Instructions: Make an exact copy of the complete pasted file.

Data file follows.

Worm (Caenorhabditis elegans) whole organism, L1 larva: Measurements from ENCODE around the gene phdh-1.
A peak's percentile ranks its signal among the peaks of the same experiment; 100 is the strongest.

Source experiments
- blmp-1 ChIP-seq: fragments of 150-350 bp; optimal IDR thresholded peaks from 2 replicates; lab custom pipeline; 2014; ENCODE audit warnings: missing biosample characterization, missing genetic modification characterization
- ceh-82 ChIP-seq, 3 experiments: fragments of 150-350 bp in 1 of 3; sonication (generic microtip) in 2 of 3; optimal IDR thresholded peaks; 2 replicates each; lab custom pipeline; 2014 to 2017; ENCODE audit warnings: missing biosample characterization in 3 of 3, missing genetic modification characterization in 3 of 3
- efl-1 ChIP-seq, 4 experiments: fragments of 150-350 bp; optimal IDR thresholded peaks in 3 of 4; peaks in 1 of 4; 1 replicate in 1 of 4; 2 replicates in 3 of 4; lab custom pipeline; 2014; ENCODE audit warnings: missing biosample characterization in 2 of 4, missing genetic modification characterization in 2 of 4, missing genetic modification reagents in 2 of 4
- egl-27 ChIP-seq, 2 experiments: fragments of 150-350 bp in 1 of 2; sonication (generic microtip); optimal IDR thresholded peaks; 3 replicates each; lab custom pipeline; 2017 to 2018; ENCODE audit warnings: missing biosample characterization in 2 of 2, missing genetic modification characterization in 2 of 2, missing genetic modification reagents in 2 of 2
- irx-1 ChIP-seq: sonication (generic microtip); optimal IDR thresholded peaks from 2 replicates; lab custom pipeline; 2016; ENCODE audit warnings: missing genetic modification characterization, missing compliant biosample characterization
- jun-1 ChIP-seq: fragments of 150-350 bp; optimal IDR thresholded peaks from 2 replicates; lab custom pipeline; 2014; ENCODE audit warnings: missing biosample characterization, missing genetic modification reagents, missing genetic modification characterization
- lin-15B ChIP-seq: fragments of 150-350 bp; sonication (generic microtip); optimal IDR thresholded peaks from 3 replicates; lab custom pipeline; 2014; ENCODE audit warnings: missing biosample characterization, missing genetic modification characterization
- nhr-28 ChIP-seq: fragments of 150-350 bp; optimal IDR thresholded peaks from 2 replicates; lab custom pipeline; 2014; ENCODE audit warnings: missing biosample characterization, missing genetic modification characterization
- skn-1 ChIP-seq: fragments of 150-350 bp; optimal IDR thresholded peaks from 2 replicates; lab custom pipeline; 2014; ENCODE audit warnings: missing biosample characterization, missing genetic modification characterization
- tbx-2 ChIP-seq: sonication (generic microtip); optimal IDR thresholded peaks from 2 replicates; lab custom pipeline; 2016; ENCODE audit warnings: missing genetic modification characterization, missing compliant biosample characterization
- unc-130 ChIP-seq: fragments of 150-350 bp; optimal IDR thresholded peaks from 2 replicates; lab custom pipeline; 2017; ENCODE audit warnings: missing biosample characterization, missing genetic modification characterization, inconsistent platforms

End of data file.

Worm (Caenorhabditis elegans) whole organism, L1 larva: Measurements from ENCODE around the gene phdh-1.
A peak's percentile ranks its signal among the peaks of the same experiment; 100 is the strongest.

Source experiments
- blmp-1 ChIP-seq: fragments of 150-350 bp; optimal IDR thresholded peaks from 2 replicates; lab custom pipeline; 2014; ENCODE audit warnings: missing biosample characterization, missing genetic modification characterization
- ceh-82 ChIP-seq, 3 experiments: fragments of 150-350 bp in 1 of 3; sonication (generic microtip) in 2 of 3; optimal IDR thresholded peaks; 2 replicates each; lab custom pipeline; 2014 to 2017; ENCODE audit warnings: missing biosample characterization in 3 of 3, missing genetic modification characterization in 3 of 3
- efl-1 ChIP-seq, 4 experiments: fragments of 150-350 bp; optimal IDR thresholded peaks in 3 of 4; peaks in 1 of 4; 1 replicate in 1 of 4; 2 replicates in 3 of 4; lab custom pipeline; 2014; ENCODE audit warnings: missing biosample characterization in 2 of 4, missing genetic modification characterization in 2 of 4, missing genetic modification reagents in 2 of 4
- egl-27 ChIP-seq, 2 experiments: fragments of 150-350 bp in 1 of 2; sonication (generic microtip); optimal IDR thresholded peaks; 3 replicates each; lab custom pipeline; 2017 to 2018; ENCODE audit warnings: missing biosample characterization in 2 of 2, missing genetic modification characterization in 2 of 2, missing genetic modification reagents in 2 of 2
- irx-1 ChIP-seq: sonication (generic microtip); optimal IDR thresholded peaks from 2 replicates; lab custom pipeline; 2016; ENCODE audit warnings: missing genetic modification characterization, missing compliant biosample characterization
- jun-1 ChIP-seq: fragments of 150-350 bp; optimal IDR thresholded peaks from 2 replicates; lab custom pipeline; 2014; ENCODE audit warnings: missing biosample characterization, missing genetic modification reagents, missing genetic modification characterization
- lin-15B ChIP-seq: fragments of 150-350 bp; sonication (generic microtip); optimal IDR thresholded peaks from 3 replicates; lab custom pipeline; 2014; ENCODE audit warnings: missing biosample characterization, missing genetic modification characterization
- nhr-28 ChIP-seq: fragments of 150-350 bp; optimal IDR thresholded peaks from 2 replicates; lab custom pipeline; 2014; ENCODE audit warnings: missing biosample characterization, missing genetic modification characterization
- skn-1 ChIP-seq: fragments of 150-350 bp; optimal IDR thresholded peaks from 2 replicates; lab custom pipeline; 2014; ENCODE audit warnings: missing biosample characterization, missing genetic modification characterization
- tbx-2 ChIP-seq: sonication (generic microtip); optimal IDR thresholded peaks from 2 replicates; lab custom pipeline; 2016; ENCODE audit warnings: missing genetic modification characterization, missing compliant biosample characterization
- unc-130 ChIP-seq: fragments of 150-350 bp; optimal IDR thresholded peaks from 2 replicates; lab custom pipeline; 2017; ENCODE audit warnings: missing biosample characterization, missing genetic modification characterization, inconsistent platforms